Richard Ritenbaugh reminds us that war has personally touched only a fraction of Americans. Not since the aftermath of the 'Civil' War has any part of the nation suffered the ravages of war and the bitterness of defeat. The offspring of Jacob, for the most part, continues to enjoy a period of relative peace and material blessings. The dire events narrated in the Book of Lamentation seem foreign to our scope of experience. For this reason, the events it vividly portrays help us to vicariously imagine the sense of hopelessness and despair experienced by ancient Israel during this historical period. As we approach the coming self-examination prior to Passover, we can apply six significant lessons learned by these people to our personal lives. As human beings we can learn: 1.) Human life is tough, as exemplified in Christ's agonizing sacrifice for us. 2.) Humans are slow to accept blame, but quick at doling it out to others. 3.) Repentance is difficult and rare. Thankfully, we also learn: 4.) God is sovereign, controlling every aspect of Creation. 5.) God is just and is a Deity of Law, giving us precepts that tell us how to live. 6.) God is merciful and faithful, providing a mechanism for our redemption through the sacrifice of Jesus Christ, balancing His "severity" with His "goodness."
David Maas, anticipating the forthcoming Passover, and the stern warning from the apostle Paul that we thoroughly examine ourselves, cautions us to be very careful how we undertake this self-examination. We must realize that (1) taking the Passover in an unworthy manner can result in serious physical or spiritual hazards, (2) trying to use our own resources without a dialogue with our Creator is a hopeless exercise in futility, (3) substituting normal remorse or worldly sorrow instead of conviction from God's Holy Spirit will bring about a downward spiral to despair and death, and (4) conducting a superficial, general self-examination will yield less than optimal fruit. Rather, self-examination should be specific, referencing personal failings God has exposed. It should also focus on a sober and realistic comparison between our personal, fledgling fruit and the maximally mature fruit demonstrated by our Savior Jesus Christ. Tares and noxious weeds exist both in the Church and our own divided (that is, carnal versus and spiritual) minds. As we are mandated to put out the leaven, we are also obligated to pull out by the roots the poisonous weeds which threaten to strangle our access to God's Holy Spirit.
David Grabbe, engagin in a futile exercise of estimating the total value of the creation, and a Creator, worth infinitely more than all the phenomena we can possibly see or comprehend, ponders how such a Creator would divest Himself of all His power, becoming flesh and blood like us, laying down His life. Nothing in existence has the relative worth of the Being Who has called us. When we consider the value of our calling, we must look at Paul's warning about discerning the Body of Christ more soberly, maintaining our loyalty to the body of believers, future fellow-heirs Christ has called. We are admonished to keep, not create, the unity of the Spirit. Whatever we do to the 'least' in Christ's body, we do to Christ. In our culture of rugged individualism, we need to learn that what we do and say can have a positive or negative effect on others at different levels of spiritual maturity. Some things that we know to be entirely lawful may not be expedient or edifying. We must be ready to set our own interests aside for the good of the whole, practicing the same values as our Heavenly Father and Elder Brother, Jesus Christ.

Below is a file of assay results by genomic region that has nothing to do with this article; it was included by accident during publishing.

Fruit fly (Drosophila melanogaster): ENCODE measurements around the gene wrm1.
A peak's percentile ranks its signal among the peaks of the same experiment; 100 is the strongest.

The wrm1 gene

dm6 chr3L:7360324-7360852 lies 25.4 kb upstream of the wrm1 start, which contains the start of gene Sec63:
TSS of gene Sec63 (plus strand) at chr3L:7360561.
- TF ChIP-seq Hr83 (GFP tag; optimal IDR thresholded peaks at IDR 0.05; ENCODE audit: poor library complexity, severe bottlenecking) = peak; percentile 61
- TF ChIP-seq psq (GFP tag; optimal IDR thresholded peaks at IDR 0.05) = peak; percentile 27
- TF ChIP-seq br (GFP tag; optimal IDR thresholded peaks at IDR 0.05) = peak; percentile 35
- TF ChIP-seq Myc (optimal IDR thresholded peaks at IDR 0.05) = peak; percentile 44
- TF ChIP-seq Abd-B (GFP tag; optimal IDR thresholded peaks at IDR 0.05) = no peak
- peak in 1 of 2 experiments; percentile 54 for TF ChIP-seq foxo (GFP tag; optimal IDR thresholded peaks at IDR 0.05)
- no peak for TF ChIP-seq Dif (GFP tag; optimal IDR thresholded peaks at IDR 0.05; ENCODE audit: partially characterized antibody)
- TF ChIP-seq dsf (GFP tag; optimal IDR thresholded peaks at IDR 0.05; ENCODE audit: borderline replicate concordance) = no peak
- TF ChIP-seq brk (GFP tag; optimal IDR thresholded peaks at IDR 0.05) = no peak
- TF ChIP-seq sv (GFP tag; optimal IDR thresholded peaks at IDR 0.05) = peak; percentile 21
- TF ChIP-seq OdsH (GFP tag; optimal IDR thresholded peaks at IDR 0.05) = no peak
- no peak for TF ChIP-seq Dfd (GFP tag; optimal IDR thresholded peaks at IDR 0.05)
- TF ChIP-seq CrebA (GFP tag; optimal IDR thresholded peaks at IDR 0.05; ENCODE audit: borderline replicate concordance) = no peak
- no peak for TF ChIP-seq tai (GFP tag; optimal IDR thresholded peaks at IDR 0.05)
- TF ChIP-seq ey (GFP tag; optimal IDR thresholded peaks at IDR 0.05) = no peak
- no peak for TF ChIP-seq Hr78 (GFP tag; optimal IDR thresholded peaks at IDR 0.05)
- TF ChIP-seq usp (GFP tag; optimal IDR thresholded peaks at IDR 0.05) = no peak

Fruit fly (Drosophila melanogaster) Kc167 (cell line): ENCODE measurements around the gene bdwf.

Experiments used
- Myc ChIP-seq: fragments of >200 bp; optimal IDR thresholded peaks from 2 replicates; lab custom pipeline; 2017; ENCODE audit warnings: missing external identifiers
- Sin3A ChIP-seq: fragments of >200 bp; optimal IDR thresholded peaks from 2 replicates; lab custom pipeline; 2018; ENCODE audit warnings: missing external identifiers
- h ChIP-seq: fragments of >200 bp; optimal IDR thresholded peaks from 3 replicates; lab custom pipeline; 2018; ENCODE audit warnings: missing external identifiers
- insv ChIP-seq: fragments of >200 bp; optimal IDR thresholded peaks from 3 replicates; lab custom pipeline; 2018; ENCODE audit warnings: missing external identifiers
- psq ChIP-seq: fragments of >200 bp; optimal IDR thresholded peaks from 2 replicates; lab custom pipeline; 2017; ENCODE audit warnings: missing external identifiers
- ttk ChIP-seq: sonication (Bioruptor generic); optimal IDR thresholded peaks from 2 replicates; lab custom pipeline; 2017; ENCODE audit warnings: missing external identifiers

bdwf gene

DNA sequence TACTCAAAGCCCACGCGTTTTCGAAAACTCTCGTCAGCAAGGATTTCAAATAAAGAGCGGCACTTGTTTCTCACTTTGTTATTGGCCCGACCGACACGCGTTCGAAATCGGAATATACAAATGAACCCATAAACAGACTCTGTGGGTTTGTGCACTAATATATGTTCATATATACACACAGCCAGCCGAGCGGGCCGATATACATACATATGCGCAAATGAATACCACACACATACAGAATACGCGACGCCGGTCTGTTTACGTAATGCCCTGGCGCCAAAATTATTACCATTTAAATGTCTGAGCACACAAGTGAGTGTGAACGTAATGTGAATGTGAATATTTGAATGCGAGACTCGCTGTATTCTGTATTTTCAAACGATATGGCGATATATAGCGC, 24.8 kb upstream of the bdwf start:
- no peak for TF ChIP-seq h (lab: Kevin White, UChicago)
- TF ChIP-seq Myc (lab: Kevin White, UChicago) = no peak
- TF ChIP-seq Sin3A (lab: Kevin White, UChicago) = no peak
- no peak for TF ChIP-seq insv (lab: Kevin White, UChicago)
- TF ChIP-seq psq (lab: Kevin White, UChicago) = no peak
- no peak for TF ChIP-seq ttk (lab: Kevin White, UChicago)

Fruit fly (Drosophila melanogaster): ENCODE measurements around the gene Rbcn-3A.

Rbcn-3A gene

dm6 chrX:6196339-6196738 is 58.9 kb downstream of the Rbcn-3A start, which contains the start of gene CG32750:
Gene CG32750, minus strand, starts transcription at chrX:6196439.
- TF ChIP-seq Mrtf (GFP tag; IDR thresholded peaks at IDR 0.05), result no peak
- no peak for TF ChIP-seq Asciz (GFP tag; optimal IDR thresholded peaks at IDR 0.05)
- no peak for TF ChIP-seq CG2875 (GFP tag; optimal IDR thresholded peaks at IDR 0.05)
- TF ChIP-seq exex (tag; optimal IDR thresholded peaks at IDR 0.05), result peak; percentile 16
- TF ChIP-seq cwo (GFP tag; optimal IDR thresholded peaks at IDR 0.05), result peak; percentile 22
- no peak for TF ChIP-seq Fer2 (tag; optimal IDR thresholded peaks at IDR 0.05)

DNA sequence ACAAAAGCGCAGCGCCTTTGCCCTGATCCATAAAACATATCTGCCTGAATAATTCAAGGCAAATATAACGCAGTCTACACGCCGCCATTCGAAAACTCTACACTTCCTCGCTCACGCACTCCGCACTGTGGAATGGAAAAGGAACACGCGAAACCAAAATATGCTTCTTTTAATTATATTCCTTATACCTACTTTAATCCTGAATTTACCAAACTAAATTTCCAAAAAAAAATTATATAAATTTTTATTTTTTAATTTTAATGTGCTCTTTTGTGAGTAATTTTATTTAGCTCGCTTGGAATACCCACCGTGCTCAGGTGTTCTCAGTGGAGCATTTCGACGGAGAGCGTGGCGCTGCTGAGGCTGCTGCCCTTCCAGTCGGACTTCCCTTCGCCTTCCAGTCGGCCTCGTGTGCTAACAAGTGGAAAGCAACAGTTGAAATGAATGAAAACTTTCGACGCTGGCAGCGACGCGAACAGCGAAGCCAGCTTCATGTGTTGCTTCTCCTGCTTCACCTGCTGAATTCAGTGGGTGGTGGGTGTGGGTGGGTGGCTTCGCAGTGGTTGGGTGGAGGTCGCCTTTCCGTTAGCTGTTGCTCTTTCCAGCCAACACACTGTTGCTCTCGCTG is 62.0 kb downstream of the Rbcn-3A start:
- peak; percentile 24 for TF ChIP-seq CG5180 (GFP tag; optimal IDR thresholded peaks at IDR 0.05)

Ted bowling, marveling that a large number of Americans are oblivious to the significance of annual national observations such as Memorial Day, Thanksgiving, and a National Moment of Remembrance, suggests that the majority of professing ' Christians' are ignorant of the significance of the Passover, both the details of the Exodus from Egypt as well as the details of Christ's sacrifice. The Passover is a somber anniversary of Christ's death to be observed by God's called-out ones until His return. We are to soberly reflect on the details of the Passover, preparing by studying the details of the first Passover in Exodus, followed by the Gospel accounts of the Passover celebrated by Christ and His disciples, as well as Psalm 22, getting into the spirit of this most somber event.